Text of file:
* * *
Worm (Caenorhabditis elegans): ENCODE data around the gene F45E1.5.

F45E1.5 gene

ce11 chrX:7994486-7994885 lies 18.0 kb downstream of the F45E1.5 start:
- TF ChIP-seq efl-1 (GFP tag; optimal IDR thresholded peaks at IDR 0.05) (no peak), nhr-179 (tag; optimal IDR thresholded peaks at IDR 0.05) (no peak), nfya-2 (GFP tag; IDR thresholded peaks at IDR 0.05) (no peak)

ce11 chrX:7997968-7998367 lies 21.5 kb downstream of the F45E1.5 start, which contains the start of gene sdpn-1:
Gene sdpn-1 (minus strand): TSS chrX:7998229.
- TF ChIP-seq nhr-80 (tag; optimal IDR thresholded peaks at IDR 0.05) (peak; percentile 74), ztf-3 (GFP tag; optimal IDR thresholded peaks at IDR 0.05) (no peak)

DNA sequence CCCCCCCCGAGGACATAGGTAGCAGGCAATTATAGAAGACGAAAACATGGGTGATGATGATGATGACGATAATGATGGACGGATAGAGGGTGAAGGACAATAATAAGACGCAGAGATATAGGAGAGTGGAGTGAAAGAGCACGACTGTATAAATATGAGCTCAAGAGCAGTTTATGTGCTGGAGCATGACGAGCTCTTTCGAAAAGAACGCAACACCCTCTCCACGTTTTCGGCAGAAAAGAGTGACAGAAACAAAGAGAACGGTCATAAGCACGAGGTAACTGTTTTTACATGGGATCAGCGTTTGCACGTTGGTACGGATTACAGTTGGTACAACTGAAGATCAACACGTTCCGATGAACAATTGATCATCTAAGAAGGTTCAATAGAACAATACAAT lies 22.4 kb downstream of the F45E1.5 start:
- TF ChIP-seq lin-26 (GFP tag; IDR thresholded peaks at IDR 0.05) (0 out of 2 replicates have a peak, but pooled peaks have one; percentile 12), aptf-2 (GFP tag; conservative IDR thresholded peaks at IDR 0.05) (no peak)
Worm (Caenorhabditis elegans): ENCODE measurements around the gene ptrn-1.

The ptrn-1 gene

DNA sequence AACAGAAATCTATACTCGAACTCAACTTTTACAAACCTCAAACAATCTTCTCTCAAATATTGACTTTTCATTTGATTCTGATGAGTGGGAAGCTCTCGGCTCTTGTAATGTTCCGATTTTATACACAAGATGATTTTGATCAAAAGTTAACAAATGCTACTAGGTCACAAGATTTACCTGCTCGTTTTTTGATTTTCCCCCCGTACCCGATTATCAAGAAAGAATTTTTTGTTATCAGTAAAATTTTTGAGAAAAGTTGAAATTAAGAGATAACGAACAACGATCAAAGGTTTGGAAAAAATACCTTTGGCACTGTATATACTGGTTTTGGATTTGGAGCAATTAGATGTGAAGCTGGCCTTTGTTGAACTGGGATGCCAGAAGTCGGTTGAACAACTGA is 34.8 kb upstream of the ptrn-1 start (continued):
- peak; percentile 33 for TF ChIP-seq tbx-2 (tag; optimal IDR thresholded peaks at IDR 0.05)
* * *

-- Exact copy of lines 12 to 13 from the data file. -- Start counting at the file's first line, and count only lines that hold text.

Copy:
DNA sequence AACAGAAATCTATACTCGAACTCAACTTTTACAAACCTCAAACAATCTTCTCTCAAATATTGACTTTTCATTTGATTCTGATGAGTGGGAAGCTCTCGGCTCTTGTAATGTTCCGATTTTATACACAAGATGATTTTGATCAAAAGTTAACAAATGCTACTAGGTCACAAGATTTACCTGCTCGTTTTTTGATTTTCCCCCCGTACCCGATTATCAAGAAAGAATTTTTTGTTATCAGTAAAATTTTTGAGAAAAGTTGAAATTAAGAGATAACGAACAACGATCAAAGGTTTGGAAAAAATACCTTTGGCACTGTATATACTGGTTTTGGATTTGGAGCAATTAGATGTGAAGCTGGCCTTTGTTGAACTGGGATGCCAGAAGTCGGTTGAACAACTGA is 34.8 kb upstream of the ptrn-1 start (continued):
- peak; percentile 33 for TF ChIP-seq tbx-2 (tag; optimal IDR thresholded peaks at IDR 0.05)